Post-process project (miscellaneous post-sysgen cleanup)—The “postproc” sysgen target provides the build system with a mechanism to do some work after most of the system has been generated. Although the post-process phase is important for the small number of OEMs who use it, most developers don’t do much with it.

Platform sysgen—If an OEM wants to write his platform in such a way that it can be used with any selection of OS components, he immediately runs into a problem. Some of the drivers, Control Panel applets, or applications in the platform directory might depend on unselected components. When these source files are built, there are compilation or linker errors because header files or coredll entry points are missing.

The platform sysgen step helps address this problem by checking for a platform sysgen makefile.

Build platform—This phase consists of running a clean build on all projects and building only the projects that sysgen settings specify.

Create release directory—After all the OS components and the platform have been compiled and linked, you need to assemble all the appropriate binaries and configuration files into one place so that you can combine them into a downloadable image. You can use a batch file to perform this step.

Create downloadable image—After you populate the release directory with the appropriate binaries, the next step is to create a binary file that is suitable for flashing or downloading to your device’s RAM. Use the makeimg command for this step.
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Types of Builds: Developers and Project

I like to say that there are really only two types of builds: ones that work and ones that don’t. Seriously, though, when you’re shipping a product, you should consider these two different types of builds:

  • Developers’ (local machine builds)— These types of builds often happen within an editor such as Visual Studio, Emaqs, Slick, or VI. Usually, this is a fast compile/link of code that the developer is currently working on.
  • Project (central build process)— This type of build typically involves several components of an application, product, or a large project, such as Windows, or in some cases several projects included in a product, such as Microsoft Office.

The developer’s build process should be optimized for speed, but the project build process should be optimized for debugging and releases. I am talking about optimizing the process, not compiler or linker optimization switches. Although speed and debugging are important to everyone who is writing code, you must design a project build process to track build breaks and the offender(s) as quickly as possible because numerous people are waiting for a build to be released. For a developer, what seems to be most important is clicking some type of Build and Run button to make sure the code compiles without errors and then checking it in. For the build team, building without errors and having the ability to track down the person who broke the build is the most important thing.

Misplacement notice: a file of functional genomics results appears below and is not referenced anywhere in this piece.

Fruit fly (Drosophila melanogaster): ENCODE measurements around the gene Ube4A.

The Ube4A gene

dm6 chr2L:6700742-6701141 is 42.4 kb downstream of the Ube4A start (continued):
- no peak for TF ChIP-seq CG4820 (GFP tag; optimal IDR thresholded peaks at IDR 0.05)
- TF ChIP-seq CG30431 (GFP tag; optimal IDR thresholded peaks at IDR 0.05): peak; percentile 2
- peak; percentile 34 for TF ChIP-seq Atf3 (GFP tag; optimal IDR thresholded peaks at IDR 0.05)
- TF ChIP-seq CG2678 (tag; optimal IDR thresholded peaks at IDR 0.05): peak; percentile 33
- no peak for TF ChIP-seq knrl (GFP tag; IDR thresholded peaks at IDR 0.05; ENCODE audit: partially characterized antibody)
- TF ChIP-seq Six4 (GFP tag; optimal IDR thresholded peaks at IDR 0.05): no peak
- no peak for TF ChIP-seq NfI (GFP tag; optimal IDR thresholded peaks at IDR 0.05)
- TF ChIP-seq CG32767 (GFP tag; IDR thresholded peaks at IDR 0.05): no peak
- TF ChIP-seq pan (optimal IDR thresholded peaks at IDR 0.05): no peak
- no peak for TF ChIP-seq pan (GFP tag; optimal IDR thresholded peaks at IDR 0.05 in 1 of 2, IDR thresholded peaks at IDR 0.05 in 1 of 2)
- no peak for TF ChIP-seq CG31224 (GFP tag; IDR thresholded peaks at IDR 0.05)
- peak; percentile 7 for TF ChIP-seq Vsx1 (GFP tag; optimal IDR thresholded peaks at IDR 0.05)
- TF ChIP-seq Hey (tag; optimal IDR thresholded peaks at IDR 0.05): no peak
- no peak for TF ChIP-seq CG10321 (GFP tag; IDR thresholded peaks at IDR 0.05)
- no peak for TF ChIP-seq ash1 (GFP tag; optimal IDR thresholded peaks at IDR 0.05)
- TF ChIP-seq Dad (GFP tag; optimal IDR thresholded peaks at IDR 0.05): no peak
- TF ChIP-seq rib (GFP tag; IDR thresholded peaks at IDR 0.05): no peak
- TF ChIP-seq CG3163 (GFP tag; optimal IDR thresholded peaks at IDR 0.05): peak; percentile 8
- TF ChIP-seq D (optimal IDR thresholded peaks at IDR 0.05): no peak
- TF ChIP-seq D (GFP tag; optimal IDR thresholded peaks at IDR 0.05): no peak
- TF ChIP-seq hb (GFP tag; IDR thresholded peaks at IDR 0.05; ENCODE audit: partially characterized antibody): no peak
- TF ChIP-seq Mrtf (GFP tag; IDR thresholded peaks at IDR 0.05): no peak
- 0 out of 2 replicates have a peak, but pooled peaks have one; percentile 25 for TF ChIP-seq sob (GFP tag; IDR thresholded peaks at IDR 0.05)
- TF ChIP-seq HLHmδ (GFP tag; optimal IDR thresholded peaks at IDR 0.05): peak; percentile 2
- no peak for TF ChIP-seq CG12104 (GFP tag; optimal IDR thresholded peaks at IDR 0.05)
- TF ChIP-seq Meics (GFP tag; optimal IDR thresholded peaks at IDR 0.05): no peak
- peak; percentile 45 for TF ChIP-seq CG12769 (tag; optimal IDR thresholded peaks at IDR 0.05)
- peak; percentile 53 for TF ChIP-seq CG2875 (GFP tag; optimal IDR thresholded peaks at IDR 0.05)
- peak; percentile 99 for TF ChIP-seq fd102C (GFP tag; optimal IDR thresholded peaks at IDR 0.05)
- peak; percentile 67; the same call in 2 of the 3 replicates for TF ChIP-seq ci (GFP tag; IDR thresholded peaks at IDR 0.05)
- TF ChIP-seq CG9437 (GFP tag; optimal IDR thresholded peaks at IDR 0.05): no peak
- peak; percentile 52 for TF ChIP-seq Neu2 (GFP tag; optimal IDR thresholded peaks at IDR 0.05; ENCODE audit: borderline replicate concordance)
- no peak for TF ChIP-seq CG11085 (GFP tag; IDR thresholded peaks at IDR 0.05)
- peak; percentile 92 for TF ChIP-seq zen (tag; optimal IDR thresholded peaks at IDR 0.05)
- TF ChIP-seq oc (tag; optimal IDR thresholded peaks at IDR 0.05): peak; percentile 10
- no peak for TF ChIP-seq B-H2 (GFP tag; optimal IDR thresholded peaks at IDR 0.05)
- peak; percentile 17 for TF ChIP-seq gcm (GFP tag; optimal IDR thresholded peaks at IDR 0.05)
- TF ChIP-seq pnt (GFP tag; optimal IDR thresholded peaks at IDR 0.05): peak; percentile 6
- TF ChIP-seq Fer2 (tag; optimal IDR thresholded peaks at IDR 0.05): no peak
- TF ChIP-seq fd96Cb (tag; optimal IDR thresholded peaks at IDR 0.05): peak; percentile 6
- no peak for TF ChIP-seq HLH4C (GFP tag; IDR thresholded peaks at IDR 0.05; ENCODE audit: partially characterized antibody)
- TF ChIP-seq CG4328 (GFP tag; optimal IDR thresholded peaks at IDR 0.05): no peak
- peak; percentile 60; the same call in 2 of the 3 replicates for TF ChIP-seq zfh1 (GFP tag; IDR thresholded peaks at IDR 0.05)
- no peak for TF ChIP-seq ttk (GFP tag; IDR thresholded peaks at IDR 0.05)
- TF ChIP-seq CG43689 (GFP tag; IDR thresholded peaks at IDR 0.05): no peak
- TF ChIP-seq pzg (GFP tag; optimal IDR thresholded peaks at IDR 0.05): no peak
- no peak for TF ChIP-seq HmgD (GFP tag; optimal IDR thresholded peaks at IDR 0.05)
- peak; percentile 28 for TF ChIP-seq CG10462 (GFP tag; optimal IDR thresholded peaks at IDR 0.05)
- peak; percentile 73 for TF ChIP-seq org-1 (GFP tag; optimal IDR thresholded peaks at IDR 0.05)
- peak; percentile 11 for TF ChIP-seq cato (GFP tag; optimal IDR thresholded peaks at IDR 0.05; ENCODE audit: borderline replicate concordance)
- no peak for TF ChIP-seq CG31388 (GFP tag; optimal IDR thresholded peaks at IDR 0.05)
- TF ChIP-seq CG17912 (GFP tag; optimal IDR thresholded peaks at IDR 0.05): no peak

Reference: The Build Master: Microsoft’s Software Configuration Management Best Practices

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The Importance of a Successful Daily Build

Former Microsoft Visual Studio Product Manager Jim McCarthy used to say, “Successful daily builds are the heartbeat of a software project. If you do not have successful daily builds, then you have no heartbeat, and your project is dead!”

Daily builds also mark the progress being made and can indicate when a project is struggling. In addition, having a daily build can keep the programmers in “ship mode”—the attitude that the product could ship with the complete features on any given day.

A better metaphor is that the build is your product assembly line. If your assembly line is not moving or broken, your business is hurting, because you cannot turn out a product. Look at what Henry Ford did with his assembly line. Ford did not invent the car; he just perfected the way it was manufactured with the assembly line. I think the same holds true for software: By having a good build process, your company will be more efficient, successful, and profitable, and your employees will be happier.

How to Successfully Release Builds and Police Build Breaks